I read in the paper about your trip to Kansas City to visit Cousin Willa, and on to see your son. How interesting to find some one in touch with Stith Genealogy. They seem to be everywhere, almost, but not many of them know anything about what they sprung from. I had a letter from Mrs. Estey Stith Crabbe--I don't spell her name as she does, but she told me once that her father, who was very musical, named her for the Estey Music company, so I call her that, for "Estie" isn't any name. People are always asking me if she is named "esther", or what--and a surname seems to me to be better than a diminutive like "Estie". Well, any way, she had had a letter from a Mrs. Cora Stith Kibbe, in Mantuol, Kansas, (I never heard of her, nor of the "Mose" Stith that she is inquiring for, either) enclosing a letter from Peyton Stith Robertson, of Louisville. Mrs. Crabbe sent Peyton's letter to me, as Peyton didn't know who her great-grandfather was, and Mrs. Crabbe thought that she might be related to me, on the Peyton side, from her name. I was able to tell her at once how Peyton came in on the family tree, and I had told Mrs. Crabbe about that branch of the family before, but Mrs. Crabbe doesn't know any of the Kentucky Stiths personally, and it is hard for her to get them all straight, and connected in their proper places. She tells me in her letter that she has asked you to give her a chart of your lineage, and I've told her many times who you were, and who Miss Lena is, also. She thinks that it would be interesting to get Miss Lena's line on the Drury side. Cousin Bettie Drury told me once that Drury Lane, in London, was named for the family, and that she had been tracing it. I wondered if, by any any chance, she ever showed her findings to Miss Lena, or if the latter knows what became of her papers at her death. I've never asked Willa-I didn't think it would be any use. Perhaps I've misjudged Willa. The reason I'm interested, I've never been able to find out who Major John Stith, the first of his name in America, was married to. She is listed as "Jane, widow of Joseph Parsons", but I want her maiden name. The one person that I've ever known who claimed to have found it, is Margaret McQuown Clayman, grand-daughter of Rachel Stith McQuown, mother's aunt--Grandma Hardaway's sister, who lived in Illinois in her later years, and in Brandenburg when she first married. Her husband, Edward Young McQuown, was a brother of James R. McQuown, mother's father, and Grandma Hardaway's first husband. Owing to the unfortunate habit of using initials instead of entire names, mother never knew what the H. in her father's name stood for. Not Henry, for he had a brother Henry. He died before mother was born, and his name was James H. in the Bible, and that was all she knew. Margaret Clayman married, and became Mrs. Leslie Burnham, and she and her husband traveled out here, up and down the coast, and once a year, made a trip as far East as Maine, and she used to look in Libraries in Boston, Richmond, and all sorts of places. She says that once, in Richmond, she found where Major John Stith was a lawyer, and was guardian of Mrs. Jane Parsons' son, after his father's death, and later married Mrs. Parsons, and that this account gives Jane's maiden name. A very familiar name, Margaret said, one she had often heard, but she couldn't remember what it was. I implored her to cudgel her brain, and see if she couldn't, and she said, "Never mind, I have it written down somewhere, among my papers. The first time that I get into the things I have packed away, I'll find it." I was always asking her about it, and she's put me off--they lived up at Santa Rosa until Cousin Anna died, Margaret's mother, then they lived down here, had a house in Westwood, and a country place at Lake Elsinore, and the things that she wanted were always at the other place from where she was. Then her husband became ill with heart disease, and was in a sanitarium at some place down there near Elsinore, then he improved, and they went to La Jolla for his convalescence, and there Margaret became ill with a brain tumor, and died in a few weeks. He lived on several months after her death, returning to the sanitarium, then he died, and their property was sold, and in the confusion the papers were never located. Her twin sister, Mary Clayman, now Mrs. Witt B. Blaylock, said that she didn't see anything of it--or them--in going over her things. Mary was never as smart as Margaret, I don't know if she would have realized what it all meant if she had found it. So, in view of the fact that Margaret said it was a familiar name, and since the name Drury runs through the family so persistently, and since there were Drurys who came to Kentucky (presumably) with the Stiths, married into the family, I have wondered if Jane's name was not Drury. I would like so much to know. If I ever should get to Richmond myself, (and I would have done so, after Mother's death, if the War hadn't started) and it is really there, I'll find it. But, in the meantime, I'd like to happen upon it some other way, if that be possible. Did the Mrs. McArthur that you met in Oklahoma City have any information upon the subject?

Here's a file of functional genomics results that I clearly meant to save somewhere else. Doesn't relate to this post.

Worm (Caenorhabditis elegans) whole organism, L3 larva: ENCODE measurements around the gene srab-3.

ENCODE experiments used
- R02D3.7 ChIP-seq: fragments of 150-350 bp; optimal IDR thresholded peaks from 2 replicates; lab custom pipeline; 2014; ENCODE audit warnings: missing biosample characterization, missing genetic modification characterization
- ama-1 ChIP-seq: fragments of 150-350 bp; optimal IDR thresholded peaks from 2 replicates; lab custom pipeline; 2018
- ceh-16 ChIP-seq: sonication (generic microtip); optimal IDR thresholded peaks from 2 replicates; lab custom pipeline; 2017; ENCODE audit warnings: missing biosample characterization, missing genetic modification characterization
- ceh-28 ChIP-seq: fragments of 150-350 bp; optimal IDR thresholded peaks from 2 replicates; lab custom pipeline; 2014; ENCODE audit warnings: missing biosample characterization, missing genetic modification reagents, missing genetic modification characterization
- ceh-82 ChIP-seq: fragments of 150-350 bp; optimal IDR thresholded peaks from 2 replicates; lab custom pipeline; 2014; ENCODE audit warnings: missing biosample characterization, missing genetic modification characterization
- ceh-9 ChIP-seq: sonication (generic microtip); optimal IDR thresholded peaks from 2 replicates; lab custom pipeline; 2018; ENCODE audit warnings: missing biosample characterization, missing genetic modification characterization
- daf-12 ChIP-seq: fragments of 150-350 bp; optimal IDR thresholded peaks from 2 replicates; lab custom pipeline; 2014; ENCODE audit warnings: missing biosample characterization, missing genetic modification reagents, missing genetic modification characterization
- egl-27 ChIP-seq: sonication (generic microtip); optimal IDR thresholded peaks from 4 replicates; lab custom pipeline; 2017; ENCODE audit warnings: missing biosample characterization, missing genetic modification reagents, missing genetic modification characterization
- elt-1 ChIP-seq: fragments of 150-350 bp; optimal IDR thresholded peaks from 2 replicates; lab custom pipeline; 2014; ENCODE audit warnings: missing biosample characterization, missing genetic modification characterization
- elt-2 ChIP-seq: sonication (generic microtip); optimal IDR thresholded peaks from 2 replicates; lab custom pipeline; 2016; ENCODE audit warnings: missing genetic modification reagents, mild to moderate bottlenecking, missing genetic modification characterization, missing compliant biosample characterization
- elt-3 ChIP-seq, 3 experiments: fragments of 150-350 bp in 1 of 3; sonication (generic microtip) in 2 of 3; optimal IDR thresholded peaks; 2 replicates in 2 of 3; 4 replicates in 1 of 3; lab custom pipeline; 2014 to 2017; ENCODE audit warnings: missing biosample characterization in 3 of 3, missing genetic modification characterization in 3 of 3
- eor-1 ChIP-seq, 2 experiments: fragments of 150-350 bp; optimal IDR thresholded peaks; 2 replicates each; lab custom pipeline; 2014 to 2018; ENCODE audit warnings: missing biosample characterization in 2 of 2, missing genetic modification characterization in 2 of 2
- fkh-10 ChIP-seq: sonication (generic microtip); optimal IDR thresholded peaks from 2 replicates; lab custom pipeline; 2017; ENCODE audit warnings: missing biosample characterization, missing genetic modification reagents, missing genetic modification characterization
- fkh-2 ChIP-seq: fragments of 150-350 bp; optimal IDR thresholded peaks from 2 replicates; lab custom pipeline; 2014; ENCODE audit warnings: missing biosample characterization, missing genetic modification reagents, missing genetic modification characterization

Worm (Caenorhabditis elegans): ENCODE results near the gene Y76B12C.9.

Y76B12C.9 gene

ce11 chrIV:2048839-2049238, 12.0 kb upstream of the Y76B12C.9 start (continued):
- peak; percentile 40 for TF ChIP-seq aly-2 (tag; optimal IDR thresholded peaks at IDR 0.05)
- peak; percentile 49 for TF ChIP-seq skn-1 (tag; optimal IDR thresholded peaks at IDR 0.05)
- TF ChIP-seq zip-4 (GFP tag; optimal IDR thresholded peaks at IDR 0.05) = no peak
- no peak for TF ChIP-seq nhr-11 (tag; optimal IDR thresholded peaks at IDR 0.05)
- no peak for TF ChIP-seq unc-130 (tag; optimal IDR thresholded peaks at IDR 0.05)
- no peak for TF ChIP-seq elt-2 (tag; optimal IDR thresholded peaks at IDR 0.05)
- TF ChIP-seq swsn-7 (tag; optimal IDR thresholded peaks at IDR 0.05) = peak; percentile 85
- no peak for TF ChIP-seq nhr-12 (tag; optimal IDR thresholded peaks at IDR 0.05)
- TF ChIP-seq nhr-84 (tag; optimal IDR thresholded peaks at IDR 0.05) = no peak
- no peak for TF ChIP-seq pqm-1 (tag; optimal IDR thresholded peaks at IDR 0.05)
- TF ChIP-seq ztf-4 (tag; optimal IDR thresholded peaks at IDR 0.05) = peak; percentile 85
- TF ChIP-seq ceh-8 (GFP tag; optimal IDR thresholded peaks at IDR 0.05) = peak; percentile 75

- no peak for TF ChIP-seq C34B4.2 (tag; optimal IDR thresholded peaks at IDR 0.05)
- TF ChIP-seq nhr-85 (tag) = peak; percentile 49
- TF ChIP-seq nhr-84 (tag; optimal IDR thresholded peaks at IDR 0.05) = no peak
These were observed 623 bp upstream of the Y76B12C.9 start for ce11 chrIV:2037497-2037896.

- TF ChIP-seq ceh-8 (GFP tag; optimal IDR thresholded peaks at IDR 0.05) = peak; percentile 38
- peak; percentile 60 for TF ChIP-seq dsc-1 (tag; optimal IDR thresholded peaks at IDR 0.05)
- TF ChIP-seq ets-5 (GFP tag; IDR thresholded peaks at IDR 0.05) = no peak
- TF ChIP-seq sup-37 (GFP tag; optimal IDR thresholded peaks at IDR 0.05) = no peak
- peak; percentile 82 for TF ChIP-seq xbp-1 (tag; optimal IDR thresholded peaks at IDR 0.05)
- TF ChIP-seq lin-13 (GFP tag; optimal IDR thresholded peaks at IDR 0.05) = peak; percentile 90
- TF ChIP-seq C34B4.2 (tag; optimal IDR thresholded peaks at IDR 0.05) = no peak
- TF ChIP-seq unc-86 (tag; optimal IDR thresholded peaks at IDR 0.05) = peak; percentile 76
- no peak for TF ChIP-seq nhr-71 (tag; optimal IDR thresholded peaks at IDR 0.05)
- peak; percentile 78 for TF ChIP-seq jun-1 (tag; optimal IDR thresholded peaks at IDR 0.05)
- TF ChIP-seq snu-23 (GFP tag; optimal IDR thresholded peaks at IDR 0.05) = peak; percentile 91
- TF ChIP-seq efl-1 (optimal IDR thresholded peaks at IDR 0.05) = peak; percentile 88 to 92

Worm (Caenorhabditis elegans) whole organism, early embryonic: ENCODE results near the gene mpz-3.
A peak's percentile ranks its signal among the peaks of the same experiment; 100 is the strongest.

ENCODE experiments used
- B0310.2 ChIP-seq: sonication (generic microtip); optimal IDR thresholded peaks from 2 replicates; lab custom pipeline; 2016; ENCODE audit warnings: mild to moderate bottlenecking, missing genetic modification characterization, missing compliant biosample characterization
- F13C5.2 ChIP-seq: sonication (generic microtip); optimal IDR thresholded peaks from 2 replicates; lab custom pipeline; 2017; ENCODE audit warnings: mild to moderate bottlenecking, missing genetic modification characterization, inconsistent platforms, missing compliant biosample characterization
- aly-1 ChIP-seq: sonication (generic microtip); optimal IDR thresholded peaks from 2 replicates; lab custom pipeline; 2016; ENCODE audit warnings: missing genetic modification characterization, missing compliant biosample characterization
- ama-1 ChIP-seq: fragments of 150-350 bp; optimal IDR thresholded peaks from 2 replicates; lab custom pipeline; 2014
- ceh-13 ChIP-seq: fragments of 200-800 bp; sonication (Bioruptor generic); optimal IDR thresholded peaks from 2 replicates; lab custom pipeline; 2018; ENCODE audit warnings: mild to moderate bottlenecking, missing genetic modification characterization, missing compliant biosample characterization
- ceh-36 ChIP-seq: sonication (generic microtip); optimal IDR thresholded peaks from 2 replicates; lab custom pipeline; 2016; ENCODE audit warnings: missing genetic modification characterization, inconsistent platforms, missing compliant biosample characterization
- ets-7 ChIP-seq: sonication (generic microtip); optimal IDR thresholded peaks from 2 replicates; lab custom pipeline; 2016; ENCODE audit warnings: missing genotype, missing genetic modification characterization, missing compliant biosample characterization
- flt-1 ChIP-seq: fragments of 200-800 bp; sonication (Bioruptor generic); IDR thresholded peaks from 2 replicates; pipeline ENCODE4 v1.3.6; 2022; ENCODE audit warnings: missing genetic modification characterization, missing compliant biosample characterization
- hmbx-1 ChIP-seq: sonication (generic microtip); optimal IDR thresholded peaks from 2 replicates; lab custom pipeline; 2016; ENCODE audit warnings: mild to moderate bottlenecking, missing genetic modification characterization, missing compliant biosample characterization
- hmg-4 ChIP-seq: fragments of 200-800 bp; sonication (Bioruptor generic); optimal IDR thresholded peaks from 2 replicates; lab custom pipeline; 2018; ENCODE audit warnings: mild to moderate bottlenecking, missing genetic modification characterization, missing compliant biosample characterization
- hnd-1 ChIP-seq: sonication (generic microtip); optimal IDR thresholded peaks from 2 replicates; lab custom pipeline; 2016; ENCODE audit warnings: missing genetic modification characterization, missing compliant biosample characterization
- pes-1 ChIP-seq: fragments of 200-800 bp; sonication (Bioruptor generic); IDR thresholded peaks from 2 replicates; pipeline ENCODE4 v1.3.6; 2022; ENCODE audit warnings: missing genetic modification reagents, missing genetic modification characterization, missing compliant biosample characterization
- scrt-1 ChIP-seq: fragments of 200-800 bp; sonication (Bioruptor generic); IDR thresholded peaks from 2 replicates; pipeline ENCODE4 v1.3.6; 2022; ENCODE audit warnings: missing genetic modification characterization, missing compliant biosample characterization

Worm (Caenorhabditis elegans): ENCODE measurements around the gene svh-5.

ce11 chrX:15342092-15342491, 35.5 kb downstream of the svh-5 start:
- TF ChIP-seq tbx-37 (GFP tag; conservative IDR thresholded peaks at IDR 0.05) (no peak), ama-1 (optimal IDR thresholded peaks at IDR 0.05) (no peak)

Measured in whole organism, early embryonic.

Another thing that I wanted to ask you was about the mother of Edgar, Clay, Hamilton, and Aaron Moorman, (have I skipped a brother?) Since Hamilton was your brother-in-law, I thought you might know. Grandmother Hardaway's mother was Cinderella Moorman, daut. of Achilles Moorman and Betsey Stith. They had a number of children, among them a daughter, Lucy, who married Dr. David Lewis. A brother of Achilles, Jesse P. Moorman, married Patsey Stith, a sister of Betsey. (These two girls daughters of Thomas Stith and Rhoda Jones.) Later Patsey died, and Achilles died, and Jesse P. and Betsey married each other. They had two daughters, Judith, who married 1st.--Bush, secondly Hanson Stith, Louisa, who m. first --McKay, secondly, Dr. Stone. Mother called them: "Aunt Jude and Aunt Lou." I know who Aunt Judith's Stith children were, but I do not know if she had any children by --Bush, and I do not know who any of Aunt Louisa's children were, unless Mrs. Moorman --Hamilton's mother--was one of them, by her McKay husband. Mrs. Crabbe had a letter from one of Hamilton's spinster sisters, "Venerable" I believe that she called herself, saying that her mother was a daughter of Lucy Moorman, Betsey Stith had a daughter Lucy by her husband Achilles Moorman, she wouldn't have named a second daughter by Jesse Moorman "Lucy" especially as Jesse had a daughter Lucy by his first marriage, also. I am inclined to think that "Venerable" is mistaken and it should be "Louisa" unless, of course, she might have been a daughter of one of Aunt Louisa's sons--or unless there was another Lucy Moorman who married "McKay." When I used to know the Moorman twins, very slightly, I will admit, they were called "Vennie and Vertie". I felt sure that Vennie was named Venable a family who had intermarried with the Moormans--a very proud family, from the book "Venables of Virginia" which is in the Library here, and a name which runs through the family, as a first name and a middle name. So, I wish that Venerable would call herself Venable, as the former sounds rather like a joke, now that she is getting on in years, and will, in the not too far distant future, really become venerable, if she lives long enough.